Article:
Ballerina Zenaida Yanowsky on performing the Dying Swan

Ballet is coming to Sadler’s Wells Sampled festival on 2 & 3 February with the beautiful ballerina Zenaida Yanowsky performing the Dying Swan, a role that was created for Anna Pavlova who danced it more than 4,000 times during her career.

Sadler’s Wells Sampled gives audiences a taste of different types of dance, from classical ballet to hip hop, contemporary and flamenco, through shows and workshops.

The Wonderful World of Dance asked the former Royal Ballet principal dancer about this ultimate classical role, her career highlights, and what the future holds for this incredible artist.

What inspired you to take part in Sadler’s Wells Sampled?

I can’t imagine anything more rewarding than introducing my art form to a discovering audience. And that is what Sampled is all about – an introduction taster towards new experiences.

You’re performing Fokine’s Dying Swan that was created for Anna Pavlova, how have you prepared for the role and your performance at Sadler’s Wells?

My preparation is the same as for any other role and performance – study the piece, rehearse it til it feels like second skin, so you can enjoy the stage experience.

Throughout your career you have performed the other swan role of Odette/Odile, what does the role mean to you?

I felt I had achieved one of the pinnacle of my career. It’s a difficult role where you have to overcome fiendishly technical hurdles, making the characters feel effortless and in control. A choreographic masterpiece intertwines with a musical masterpiece. Every ballerina’s dream I would think…

You retired from The Royal Ballet last year after 23 years, looking back over your incredible career, what are you most proud of?

This is a difficult question as 23 years at The Royal ballet is packed with incredible moments, on and off the stage. I guess there are a few things I’m proud of, and one of them is having the emotional luxury of coming back to work after having my kids. Every emotion was suddenly magnified, and time at home and at work became eccentrically precious.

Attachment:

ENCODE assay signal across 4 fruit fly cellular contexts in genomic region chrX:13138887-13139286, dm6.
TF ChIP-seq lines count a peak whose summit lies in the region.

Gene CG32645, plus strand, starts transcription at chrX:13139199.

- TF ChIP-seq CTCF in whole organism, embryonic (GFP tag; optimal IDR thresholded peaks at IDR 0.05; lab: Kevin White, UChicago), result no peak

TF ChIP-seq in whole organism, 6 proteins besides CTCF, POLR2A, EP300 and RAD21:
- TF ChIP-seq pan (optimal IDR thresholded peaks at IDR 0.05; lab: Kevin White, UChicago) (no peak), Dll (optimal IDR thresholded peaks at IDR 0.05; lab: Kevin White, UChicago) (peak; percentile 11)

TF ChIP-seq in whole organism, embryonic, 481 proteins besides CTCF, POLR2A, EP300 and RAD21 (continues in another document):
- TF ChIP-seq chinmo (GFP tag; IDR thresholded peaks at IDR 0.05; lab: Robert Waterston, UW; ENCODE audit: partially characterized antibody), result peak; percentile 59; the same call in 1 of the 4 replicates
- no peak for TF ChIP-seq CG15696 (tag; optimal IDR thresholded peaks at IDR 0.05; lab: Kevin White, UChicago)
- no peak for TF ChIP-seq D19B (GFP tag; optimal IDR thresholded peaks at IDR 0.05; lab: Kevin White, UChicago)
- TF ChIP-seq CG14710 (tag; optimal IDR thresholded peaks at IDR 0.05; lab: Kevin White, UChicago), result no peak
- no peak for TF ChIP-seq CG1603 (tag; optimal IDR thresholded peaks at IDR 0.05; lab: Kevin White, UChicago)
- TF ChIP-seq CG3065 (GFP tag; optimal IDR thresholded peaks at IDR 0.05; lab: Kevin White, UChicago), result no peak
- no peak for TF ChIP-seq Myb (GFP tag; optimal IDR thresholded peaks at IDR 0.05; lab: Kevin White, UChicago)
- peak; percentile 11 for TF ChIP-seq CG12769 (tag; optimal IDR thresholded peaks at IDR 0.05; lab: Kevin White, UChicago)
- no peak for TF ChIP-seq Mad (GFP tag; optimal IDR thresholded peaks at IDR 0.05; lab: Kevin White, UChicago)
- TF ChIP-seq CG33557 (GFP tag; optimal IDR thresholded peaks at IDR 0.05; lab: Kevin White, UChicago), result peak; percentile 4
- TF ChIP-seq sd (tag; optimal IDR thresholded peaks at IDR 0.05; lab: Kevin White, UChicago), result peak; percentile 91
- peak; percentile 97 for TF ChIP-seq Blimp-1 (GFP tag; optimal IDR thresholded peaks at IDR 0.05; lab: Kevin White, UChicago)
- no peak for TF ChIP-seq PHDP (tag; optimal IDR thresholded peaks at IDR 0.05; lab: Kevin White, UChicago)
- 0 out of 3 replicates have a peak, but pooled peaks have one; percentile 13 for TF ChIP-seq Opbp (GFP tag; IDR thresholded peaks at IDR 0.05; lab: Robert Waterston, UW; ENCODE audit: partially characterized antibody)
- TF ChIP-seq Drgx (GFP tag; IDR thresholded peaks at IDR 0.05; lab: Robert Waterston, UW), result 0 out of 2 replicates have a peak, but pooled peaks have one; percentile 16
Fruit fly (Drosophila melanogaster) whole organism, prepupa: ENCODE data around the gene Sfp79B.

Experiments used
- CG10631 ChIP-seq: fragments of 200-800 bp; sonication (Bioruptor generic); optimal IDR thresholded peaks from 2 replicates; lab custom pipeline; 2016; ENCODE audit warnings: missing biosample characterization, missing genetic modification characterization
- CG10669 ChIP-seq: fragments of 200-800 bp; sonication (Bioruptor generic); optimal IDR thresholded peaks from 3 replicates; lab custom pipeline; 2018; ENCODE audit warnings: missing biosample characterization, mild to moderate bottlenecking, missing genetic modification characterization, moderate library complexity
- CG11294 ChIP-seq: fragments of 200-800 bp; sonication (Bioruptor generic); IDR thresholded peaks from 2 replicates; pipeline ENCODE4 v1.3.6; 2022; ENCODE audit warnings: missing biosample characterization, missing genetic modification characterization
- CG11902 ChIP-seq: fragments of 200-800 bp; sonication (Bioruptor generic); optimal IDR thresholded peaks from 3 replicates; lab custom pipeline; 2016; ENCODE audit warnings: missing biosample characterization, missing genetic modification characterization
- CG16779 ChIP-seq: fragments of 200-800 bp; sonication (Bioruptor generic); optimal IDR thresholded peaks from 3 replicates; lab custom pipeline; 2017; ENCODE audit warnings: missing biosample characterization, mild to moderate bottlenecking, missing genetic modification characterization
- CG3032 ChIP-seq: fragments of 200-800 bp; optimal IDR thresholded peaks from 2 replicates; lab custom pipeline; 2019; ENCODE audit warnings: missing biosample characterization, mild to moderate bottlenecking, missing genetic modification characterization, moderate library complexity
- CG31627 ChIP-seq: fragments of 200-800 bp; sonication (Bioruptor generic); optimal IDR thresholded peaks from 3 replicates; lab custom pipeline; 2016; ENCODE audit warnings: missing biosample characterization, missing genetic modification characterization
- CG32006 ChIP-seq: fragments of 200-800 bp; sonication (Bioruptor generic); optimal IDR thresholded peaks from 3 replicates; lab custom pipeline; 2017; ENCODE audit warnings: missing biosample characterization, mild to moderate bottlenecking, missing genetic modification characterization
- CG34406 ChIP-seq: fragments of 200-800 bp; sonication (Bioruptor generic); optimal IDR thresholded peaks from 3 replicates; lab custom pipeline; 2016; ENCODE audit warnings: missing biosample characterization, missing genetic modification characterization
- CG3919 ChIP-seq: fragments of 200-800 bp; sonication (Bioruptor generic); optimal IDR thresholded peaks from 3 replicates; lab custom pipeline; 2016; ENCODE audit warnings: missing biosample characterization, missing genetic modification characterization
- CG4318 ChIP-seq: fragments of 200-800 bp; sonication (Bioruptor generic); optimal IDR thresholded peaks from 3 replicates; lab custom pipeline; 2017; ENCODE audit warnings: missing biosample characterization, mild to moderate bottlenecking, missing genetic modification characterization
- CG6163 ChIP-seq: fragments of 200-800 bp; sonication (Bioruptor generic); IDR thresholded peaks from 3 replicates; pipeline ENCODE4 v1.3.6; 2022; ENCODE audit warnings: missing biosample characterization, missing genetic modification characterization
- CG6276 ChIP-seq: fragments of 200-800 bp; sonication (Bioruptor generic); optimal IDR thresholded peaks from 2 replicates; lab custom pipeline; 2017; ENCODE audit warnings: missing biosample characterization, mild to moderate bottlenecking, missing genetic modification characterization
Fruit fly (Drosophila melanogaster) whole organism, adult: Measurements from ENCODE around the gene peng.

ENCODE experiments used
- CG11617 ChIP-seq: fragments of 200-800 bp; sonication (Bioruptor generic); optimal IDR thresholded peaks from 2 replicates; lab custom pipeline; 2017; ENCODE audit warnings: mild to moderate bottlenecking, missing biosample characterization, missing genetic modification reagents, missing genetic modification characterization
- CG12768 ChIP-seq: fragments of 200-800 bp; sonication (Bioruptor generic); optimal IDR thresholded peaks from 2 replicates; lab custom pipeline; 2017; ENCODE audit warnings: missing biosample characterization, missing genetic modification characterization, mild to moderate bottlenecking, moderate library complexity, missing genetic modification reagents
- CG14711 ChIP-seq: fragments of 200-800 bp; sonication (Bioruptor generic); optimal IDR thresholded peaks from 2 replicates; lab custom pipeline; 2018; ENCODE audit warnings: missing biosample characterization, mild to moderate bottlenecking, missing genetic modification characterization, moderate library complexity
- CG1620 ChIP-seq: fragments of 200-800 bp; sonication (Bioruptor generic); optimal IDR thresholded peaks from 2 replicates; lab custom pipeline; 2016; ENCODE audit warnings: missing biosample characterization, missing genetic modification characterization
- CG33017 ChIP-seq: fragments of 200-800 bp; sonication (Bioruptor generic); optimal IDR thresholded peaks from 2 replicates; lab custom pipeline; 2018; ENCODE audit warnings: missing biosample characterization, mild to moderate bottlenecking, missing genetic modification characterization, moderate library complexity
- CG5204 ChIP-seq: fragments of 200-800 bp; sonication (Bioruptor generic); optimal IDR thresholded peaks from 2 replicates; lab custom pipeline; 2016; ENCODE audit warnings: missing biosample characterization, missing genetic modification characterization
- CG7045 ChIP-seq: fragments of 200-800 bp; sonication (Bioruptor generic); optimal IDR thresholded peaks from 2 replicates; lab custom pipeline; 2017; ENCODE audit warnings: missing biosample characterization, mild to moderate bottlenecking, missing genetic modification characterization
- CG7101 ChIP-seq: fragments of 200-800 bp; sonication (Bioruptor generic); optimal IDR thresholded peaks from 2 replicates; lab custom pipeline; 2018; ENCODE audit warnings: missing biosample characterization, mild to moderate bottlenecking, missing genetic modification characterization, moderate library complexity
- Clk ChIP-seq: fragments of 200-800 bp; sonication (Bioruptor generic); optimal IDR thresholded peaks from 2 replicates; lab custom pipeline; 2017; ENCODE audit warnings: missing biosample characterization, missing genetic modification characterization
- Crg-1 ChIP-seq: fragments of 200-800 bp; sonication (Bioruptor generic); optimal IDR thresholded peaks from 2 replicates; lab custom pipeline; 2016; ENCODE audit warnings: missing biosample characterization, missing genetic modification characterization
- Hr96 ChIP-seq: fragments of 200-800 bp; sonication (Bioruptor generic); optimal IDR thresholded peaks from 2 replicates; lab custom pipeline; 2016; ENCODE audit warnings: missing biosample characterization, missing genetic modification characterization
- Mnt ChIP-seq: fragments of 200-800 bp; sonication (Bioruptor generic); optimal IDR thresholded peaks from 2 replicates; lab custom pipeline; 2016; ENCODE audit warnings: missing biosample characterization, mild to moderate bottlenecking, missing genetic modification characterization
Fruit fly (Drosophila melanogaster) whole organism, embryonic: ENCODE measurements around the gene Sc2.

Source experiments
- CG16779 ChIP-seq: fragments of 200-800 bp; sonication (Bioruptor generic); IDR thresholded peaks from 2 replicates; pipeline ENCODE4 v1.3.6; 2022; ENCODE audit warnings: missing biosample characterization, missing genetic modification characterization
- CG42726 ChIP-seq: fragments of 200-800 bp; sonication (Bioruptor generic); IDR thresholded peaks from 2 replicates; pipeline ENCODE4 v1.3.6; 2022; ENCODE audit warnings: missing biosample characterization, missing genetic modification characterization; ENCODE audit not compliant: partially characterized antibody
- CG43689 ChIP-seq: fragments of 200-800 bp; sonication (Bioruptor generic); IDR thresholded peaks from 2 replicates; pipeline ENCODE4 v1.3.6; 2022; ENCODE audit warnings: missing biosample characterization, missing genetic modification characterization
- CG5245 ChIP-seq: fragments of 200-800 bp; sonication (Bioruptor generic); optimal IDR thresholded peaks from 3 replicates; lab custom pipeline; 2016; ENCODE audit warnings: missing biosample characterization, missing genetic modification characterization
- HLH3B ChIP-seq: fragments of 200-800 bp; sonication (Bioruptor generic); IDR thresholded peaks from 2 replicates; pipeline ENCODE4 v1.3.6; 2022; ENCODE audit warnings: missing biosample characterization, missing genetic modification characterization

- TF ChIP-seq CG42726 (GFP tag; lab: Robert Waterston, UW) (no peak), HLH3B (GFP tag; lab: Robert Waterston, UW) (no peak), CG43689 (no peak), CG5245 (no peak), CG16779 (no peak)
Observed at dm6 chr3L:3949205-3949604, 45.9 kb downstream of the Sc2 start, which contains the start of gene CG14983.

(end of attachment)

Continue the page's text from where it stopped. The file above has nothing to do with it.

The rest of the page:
Zenaida Yanowsky. Photo by Rob Moore.
Zenaida Yanowsky. Photo by Rob Moore.

What have been your greatest challenges in your career and how have you overcome these?

My height has always been my handicap… Nevertheless, I grew up believing no-one in the arts should be boxed in by the looks or measurements…and I still think that!! If you can do the work to a high standard and transmit the message, then you are worth the chance. That’s what I have always tried to achieve.

Can you tell us about some of the projects your currently working on or have planned for the future?

Since my retirement from The Royal Ballet, I’ve given myself over a year to do independent work with people I find interesting, and also slow degrees in work. I’m also interested in passing on the knowledge I’ve gathered over the years to this wonderful new generation of dancers.

You’ve been able to combine a professional career with being a parent, what can the dance industry do to better support parents?

I’m pleased you are asking this question, because I feel very strongly about allowing the dancers (especially women) to be able to freely make the choice of starting a family at any time in their career, without the fear of some kind of punishment.

Times are changing and organisations are growing in awareness. I know this is a steady process, but I would love to see a future where a classical dancer can combine the ability to have a family and still grow as an artist.

Many women in my world are scared of starting a family early, because they fear their career will be stumped, unable to get promoted by stopping all new challenges. It’ll be interesting to see a little re-organisation to help those parents.

Do you have any aspirations to choreograph or to become involved in the management of a dance company, perhaps an artistic director?

No… but then, life sometimes takes you to places you never thought you would go to.

Sampled aims to introduce new audiences to a range of dance, including ballet, how do you feel we can encourage people to come to the ballet for the first time?

Dance is part of any human being from the day they are born, and so is music and language. Why suppress something that is in our nature?

What are you looking forward to the most over the coming year?

A holiday trip on the campervan with my family.

What advice would you give to other dancers who aim to emulate your career?

Don’t ever try to recreate anybody’s career, but use it as a template or a stepping stone to propel yours.

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